Perceived Experiences With Sexism Among Adolescent Girls


  • The research was supported by grants to the first author from the University of California, Santa Cruz Academic Senate and Social Sciences Division; and by a grant to the second author from the University of California, Los Angeles Center for the Study of Women. Preliminary findings from this study were presented at the 2006 Gender Development Research Conference and the 2007 Meeting of the Society for Research in Child Development. The authors are grateful to the girls in Atlanta, GA; Los Angeles, CA; and Santa Cruz, CA for their participation. Also, the authors thank Melanie Ayres, Carly Friedman, and the reviewers for their helpful suggestions, as well as Agnieszka Spatzier for data coordination, and Bren Michelle Chasse and Nicole Nunez for help with data entry.

concerning this article should be addressed to Campbell Leaper, Department of Psychology, University of California, Santa Cruz, 1156 High Street, Santa Cruz, CA 95064, or Christia Spears Brown, Department of Psychology, University of Kentucky, 215 Kastle Hall, Lexington, KY 40506. Electronic mail may be sent to or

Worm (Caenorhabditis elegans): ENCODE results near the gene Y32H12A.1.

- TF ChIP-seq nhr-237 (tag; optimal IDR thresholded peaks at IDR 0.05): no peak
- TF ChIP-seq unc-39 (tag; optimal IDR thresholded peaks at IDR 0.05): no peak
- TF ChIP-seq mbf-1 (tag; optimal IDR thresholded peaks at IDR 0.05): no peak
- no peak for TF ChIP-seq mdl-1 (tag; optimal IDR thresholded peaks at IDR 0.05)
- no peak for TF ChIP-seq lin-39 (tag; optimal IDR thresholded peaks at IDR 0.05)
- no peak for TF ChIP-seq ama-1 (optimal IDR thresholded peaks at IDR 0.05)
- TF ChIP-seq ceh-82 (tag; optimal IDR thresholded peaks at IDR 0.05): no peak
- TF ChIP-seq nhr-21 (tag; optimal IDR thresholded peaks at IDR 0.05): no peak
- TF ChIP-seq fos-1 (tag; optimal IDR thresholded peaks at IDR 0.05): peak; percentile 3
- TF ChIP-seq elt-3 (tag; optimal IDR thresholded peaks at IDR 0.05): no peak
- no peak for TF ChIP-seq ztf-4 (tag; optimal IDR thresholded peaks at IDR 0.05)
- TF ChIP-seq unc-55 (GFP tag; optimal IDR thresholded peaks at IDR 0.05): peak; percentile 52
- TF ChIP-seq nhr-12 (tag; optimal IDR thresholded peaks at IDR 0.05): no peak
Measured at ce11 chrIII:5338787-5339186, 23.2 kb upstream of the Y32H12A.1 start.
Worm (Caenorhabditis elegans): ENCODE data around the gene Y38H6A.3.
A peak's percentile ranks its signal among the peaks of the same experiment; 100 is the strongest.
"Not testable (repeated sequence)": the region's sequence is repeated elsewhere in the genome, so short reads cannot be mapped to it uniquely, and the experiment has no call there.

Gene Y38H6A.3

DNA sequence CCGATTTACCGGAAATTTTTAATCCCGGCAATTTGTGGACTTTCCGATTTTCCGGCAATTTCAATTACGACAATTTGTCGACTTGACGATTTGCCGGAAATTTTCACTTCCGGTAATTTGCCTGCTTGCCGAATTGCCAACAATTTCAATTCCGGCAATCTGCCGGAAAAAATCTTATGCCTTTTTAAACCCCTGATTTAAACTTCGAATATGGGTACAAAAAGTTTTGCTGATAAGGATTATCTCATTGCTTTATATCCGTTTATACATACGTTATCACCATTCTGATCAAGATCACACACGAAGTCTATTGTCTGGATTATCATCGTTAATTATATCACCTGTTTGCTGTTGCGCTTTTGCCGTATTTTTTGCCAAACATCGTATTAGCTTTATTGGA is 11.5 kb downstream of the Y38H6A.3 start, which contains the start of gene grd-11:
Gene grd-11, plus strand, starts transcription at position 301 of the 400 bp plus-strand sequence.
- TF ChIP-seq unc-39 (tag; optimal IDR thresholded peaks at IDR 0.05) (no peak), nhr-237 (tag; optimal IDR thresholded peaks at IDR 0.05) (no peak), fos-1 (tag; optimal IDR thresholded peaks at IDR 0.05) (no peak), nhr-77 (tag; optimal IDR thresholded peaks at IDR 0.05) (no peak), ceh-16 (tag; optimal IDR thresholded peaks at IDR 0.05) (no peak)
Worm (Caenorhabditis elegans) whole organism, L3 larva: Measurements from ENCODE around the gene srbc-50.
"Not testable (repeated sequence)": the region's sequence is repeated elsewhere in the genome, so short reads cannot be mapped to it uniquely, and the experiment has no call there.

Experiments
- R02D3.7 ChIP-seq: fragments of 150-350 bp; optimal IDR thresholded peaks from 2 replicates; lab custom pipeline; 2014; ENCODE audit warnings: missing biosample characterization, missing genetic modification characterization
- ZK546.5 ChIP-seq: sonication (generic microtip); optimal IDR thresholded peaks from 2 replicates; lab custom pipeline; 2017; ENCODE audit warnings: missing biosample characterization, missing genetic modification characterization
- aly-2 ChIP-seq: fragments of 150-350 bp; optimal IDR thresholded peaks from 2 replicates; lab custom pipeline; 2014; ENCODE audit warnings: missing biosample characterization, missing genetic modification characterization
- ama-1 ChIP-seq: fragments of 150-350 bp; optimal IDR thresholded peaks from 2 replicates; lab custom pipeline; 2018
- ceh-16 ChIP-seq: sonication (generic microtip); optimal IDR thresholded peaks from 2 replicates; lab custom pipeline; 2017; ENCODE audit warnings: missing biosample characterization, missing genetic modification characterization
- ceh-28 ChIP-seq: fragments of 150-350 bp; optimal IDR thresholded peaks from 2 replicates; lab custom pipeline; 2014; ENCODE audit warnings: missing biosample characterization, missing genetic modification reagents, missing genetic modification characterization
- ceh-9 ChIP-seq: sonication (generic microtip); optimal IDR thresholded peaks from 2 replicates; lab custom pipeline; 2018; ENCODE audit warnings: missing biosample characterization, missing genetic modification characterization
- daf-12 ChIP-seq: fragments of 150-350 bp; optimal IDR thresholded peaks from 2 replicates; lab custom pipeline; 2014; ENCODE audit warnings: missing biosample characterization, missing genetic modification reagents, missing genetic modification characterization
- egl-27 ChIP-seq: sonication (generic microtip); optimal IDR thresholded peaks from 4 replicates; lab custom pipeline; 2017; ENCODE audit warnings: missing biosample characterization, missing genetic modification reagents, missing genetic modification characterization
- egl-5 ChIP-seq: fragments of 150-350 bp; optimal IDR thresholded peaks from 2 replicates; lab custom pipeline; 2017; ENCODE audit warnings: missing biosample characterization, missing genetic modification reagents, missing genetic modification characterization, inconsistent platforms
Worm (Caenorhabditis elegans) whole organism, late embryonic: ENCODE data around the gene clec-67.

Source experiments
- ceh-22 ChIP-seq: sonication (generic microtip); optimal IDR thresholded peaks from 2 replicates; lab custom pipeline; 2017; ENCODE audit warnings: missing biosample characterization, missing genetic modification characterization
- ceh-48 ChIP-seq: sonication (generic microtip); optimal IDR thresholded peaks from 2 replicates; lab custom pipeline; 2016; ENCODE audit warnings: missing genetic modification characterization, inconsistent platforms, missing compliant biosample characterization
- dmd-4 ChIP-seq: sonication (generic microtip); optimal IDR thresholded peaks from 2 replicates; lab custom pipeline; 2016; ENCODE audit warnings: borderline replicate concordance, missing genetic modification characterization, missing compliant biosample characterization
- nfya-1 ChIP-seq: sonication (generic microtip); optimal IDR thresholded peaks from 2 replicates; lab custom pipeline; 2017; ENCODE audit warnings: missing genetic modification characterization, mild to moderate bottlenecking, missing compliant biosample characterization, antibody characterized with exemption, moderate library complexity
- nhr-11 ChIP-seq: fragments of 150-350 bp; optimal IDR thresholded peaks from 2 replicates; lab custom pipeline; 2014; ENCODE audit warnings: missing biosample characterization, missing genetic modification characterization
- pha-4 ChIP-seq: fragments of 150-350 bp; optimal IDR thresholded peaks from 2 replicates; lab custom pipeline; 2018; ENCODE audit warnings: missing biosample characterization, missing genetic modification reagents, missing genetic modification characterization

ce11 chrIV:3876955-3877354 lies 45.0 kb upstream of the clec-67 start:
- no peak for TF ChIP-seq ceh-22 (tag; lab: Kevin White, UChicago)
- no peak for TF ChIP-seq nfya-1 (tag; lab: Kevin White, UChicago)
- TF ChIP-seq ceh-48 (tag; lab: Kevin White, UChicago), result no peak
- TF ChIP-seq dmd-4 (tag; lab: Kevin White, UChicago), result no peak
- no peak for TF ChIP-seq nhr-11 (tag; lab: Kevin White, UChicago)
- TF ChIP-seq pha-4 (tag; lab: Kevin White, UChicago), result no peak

This study investigated predictors of adolescent girls’ experiences with sexism and feminism. Girls (N = 600; M = 15.1 years, range = 12–18), of varied socioeconomic and ethnic backgrounds, completed surveys of personal experiences with sexual harassment, academic sexism (regarding science, math, and computer technology), and athletics. Most girls reported sexual harassment (90%), academic sexism (52%), and athletic sexism (76%) at least once, with likelihood increasing with age. Socialization influences and individual factors, however, influenced likelihood of all three forms of sexism. Specifically, learning about feminism and gender-conformity pressures were linked to higher perceptions of sexism. Furthermore, girls’ social gender identity (i.e., perceived gender typicality and gender-role contentedness) and gender-egalitarian attitudes were related to perceived sexism.